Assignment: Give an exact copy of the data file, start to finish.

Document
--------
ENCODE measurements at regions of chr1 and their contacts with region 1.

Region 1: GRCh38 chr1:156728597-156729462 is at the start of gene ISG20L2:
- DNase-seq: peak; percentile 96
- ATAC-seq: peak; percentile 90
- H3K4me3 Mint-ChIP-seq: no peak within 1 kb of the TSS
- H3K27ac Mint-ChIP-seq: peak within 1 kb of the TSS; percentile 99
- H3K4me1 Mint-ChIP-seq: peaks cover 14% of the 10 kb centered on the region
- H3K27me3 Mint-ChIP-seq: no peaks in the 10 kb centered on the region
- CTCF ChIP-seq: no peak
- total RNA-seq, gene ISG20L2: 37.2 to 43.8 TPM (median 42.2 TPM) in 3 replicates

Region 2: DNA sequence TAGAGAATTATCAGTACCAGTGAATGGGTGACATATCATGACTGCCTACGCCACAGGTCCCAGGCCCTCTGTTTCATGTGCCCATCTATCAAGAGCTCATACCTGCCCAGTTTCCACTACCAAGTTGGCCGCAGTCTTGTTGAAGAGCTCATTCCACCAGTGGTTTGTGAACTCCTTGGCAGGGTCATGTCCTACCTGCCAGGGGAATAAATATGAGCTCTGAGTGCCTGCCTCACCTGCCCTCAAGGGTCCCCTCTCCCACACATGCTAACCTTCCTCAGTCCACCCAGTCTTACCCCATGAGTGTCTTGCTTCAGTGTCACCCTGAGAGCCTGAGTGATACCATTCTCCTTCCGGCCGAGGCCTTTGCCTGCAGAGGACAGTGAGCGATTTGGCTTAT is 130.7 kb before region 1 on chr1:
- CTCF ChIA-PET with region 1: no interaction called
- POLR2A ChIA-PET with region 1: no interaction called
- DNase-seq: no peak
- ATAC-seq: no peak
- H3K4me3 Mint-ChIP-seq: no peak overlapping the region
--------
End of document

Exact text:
ENCODE measurements at regions of chr1 and their contacts with region 1.

Region 1: GRCh38 chr1:156728597-156729462 is at the start of gene ISG20L2:
- DNase-seq: peak; percentile 96
- ATAC-seq: peak; percentile 90
- H3K4me3 Mint-ChIP-seq: no peak within 1 kb of the TSS
- H3K27ac Mint-ChIP-seq: peak within 1 kb of the TSS; percentile 99
- H3K4me1 Mint-ChIP-seq: peaks cover 14% of the 10 kb centered on the region
- H3K27me3 Mint-ChIP-seq: no peaks in the 10 kb centered on the region
- CTCF ChIP-seq: no peak
- total RNA-seq, gene ISG20L2: 37.2 to 43.8 TPM (median 42.2 TPM) in 3 replicates

Region 2: DNA sequence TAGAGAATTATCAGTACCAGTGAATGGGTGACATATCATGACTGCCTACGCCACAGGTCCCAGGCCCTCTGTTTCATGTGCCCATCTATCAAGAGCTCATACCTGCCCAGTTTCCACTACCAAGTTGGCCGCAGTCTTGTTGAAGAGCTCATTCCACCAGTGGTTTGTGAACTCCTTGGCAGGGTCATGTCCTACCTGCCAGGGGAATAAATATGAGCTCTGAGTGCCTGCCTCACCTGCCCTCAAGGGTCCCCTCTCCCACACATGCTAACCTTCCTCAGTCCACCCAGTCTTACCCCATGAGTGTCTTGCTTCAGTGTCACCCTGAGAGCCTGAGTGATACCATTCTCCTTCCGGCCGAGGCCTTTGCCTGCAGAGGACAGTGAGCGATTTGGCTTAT is 130.7 kb before region 1 on chr1:
- CTCF ChIA-PET with region 1: no interaction called
- POLR2A ChIA-PET with region 1: no interaction called
- DNase-seq: no peak
- ATAC-seq: no peak
- H3K4me3 Mint-ChIP-seq: no peak overlapping the region